• November 2006
    M T W T F S S

Talk of ‘User Generated Content

The one day ‘Digital Communities’ conference in the Watershed in June was the first time I heard the term ‘user generated content’, and since then the phrase is everywhere. [i]

In my opinion it’s just a clumsy/fancy way of saying ‘homemade videos’. [ii] To be fair it’s not just that though, as the shift in how amateur moving image work is now perceived is primarily down to 2 key factors:

One – The means of exhibition of this type of work has been completely reversed and revolutionised by sites such as YouTube and MySpace, etc, which has awoken a curiosity in the web public to see what home video makers are making.

Two – With the rise of such sites, home video makers have begun to produce work which fits the form of those platforms, thus giving birth to new genres in the process.

Contrary to popular believe I don’t believe the shift from ‘home video’ to ‘user-generated content’ is not down to the advances in technological hardware such as camera phones, etc, as they have been with us for years now. The shift is due to technological software that can give exposure to the products of those hardware technologies.

So where does Community Media sit within this new media landscape? That is something to be explored.

This is how I saw the moving image hierarchy landscape 2 years ago.

media ladder 2 copy

Based on a subjective scale of ambition, perceived professionalism and budgets, home videos at the very bottom. Admittedly with regards those same criteria not much has probably changed today, but there is now doubt that every other ‘industry’ on this chart are now bending to see what is happening at the bottom, and in many cases trying to be more like the things happening at the bottom. In the same way that in the mid 90’s the commercial companies began to populate and eventually ‘take over the internet’ [iii] Now in the 00’s, the mass media organisations are positioning to have a presence on the so-called Web 2.0, and maybe eventually take it over again, but they may be too late. Rupert Murdoch recently bought MySpace but the price was overshadowed by Google, itself a dotcom, buying YouTube for a record amount. Who is David and who is Goliath is no longer so clear. [iv]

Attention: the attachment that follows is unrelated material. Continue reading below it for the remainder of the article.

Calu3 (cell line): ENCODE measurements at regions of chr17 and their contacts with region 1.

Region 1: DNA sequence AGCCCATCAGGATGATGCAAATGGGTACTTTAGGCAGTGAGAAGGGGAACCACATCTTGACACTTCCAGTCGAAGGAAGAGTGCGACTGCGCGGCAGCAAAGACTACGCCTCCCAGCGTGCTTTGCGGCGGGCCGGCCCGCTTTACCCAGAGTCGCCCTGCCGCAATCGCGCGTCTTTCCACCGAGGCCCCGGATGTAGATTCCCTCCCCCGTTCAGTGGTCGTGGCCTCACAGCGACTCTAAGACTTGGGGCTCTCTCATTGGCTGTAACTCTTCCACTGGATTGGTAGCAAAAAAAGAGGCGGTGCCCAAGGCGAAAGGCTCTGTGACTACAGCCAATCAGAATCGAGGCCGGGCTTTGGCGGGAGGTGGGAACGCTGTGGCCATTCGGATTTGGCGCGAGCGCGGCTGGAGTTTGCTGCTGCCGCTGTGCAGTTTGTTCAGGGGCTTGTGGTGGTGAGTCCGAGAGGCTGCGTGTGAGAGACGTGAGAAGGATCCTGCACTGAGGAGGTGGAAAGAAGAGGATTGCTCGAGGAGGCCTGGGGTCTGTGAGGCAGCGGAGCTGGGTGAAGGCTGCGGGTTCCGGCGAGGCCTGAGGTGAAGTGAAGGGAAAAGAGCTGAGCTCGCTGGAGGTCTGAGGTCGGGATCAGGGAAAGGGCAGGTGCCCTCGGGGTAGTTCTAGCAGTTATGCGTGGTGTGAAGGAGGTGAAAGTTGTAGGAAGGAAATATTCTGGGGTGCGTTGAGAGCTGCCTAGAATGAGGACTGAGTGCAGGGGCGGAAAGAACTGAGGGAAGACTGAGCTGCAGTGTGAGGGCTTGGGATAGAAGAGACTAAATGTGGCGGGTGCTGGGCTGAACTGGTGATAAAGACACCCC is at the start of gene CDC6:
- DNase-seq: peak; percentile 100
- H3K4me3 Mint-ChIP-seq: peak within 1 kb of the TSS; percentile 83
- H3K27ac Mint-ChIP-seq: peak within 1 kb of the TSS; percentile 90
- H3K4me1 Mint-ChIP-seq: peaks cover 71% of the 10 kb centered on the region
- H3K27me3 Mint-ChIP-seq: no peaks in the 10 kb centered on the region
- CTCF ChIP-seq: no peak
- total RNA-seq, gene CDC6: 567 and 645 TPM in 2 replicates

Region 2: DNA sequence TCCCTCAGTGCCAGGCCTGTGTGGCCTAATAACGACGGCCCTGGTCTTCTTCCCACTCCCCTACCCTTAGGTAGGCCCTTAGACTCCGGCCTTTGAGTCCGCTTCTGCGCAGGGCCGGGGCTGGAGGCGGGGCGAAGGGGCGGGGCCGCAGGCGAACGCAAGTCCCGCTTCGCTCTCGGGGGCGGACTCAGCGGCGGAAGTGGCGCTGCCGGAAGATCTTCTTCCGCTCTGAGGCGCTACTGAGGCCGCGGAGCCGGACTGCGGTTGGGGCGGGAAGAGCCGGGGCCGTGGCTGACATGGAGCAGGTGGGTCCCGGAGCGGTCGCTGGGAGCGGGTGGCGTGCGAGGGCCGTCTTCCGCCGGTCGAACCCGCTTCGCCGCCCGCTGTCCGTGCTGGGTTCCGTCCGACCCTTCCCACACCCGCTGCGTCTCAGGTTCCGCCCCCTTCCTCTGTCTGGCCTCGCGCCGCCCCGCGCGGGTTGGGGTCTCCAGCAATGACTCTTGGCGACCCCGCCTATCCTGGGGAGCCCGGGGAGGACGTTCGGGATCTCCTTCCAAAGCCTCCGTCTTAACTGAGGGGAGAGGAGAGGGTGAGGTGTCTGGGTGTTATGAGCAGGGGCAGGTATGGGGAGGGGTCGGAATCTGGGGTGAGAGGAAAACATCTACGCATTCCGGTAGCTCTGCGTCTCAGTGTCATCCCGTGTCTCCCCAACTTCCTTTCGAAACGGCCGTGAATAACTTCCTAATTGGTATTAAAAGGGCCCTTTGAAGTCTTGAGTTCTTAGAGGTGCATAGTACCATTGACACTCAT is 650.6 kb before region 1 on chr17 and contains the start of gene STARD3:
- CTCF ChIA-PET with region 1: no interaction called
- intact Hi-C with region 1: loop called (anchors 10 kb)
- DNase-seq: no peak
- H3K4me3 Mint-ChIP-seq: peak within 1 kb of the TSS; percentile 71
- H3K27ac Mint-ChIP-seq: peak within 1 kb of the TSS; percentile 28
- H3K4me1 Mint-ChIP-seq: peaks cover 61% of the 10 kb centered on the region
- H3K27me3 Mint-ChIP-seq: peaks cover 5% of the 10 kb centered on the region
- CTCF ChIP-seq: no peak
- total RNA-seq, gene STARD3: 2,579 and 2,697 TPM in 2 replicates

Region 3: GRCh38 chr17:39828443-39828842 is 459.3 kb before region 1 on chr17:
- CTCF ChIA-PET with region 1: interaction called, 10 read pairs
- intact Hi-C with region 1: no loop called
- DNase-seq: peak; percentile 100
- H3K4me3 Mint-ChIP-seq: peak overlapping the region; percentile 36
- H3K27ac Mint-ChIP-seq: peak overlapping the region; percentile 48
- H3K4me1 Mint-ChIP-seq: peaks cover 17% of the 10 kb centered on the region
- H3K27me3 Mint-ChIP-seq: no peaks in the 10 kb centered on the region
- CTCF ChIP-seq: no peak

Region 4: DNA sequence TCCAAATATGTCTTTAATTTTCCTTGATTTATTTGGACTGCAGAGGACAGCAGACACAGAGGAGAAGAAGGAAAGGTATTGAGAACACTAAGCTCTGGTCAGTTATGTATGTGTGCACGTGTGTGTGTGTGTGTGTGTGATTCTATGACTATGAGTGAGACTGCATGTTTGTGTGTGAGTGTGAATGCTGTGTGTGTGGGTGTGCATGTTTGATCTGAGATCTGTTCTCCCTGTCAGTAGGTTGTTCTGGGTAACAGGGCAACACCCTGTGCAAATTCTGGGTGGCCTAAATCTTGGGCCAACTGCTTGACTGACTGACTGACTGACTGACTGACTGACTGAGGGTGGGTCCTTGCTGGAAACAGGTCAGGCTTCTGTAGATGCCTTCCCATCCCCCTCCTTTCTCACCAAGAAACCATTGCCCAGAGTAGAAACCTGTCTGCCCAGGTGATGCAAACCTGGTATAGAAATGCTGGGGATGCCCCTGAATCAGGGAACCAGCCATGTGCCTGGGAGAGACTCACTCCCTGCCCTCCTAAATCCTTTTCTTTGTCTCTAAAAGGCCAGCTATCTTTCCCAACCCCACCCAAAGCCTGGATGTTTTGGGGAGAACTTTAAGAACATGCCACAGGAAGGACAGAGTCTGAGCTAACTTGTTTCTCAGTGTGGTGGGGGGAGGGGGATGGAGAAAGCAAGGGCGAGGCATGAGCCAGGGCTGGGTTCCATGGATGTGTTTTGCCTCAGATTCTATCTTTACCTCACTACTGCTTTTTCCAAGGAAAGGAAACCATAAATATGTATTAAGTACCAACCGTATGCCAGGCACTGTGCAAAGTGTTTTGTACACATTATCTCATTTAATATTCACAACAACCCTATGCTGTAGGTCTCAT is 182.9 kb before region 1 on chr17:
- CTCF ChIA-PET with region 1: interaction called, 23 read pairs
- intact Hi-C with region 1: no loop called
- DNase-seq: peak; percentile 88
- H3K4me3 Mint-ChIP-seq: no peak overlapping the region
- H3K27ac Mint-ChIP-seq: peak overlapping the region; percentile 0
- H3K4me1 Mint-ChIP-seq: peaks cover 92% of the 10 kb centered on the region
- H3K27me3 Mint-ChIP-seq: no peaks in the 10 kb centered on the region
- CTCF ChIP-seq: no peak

Community Media educational activity has as its USP not only engaging non-media professionals in production, but also its participative and facilitation approach. The question I am interested in then is, ‘what is valued more by participants: making work or working with others?’

No doubt that part of what makes us human is the social interaction with others, but it has been long said that the internet have changed these dynamics forever. If a school, youth club or individual can make work in an afternoon and instantly show it to the world, will they still be inclined to employ a production company to do assist them in that process? And if I’m asking that question today, what is likely to be the reality in 5 – 10 years time? Will community media companies become the second hand bookshops of the future? (Still in the shadow of the mass media battered Waterstones, with the online Amazon taking the major share of the lead).

Unless educationalists within the community media sector can actively and convincingly evidence the value of participative/facilitative approaches, or unless it can re-position itself to ride the new Web 2.0 wave, it may become victim to the relentless pace of media technologies. [v]


[i] On the subject of the phrase ‘user-generated content’, I need to remember to trace who originally coined the term.

[ii] As also acknowledged by Ana Kronschnabl (Plug-In Cinema / Fluffy Logic)

[iii] Here I’m talking as much about companies such as Sainsbury’s, Argos and Tescos,
and Mothercare, and not just the media companies.

[iv] Also Al Gore has partnered with BSkyB to launch the UK version of its user-generated tv channel Current TV, which launched its US parent a year ago. In publishing, http://www.lulu.com allows you to upload your own manuscripts and print & sell them one at a time, taking the frustrations and risks away from mainstream publishing, and bringing it closer to DIY community publishing, allowing you to make a profit at the same time.

[v] This article may be overly dramatic and pessimistic, but I think still a valid discussion point.

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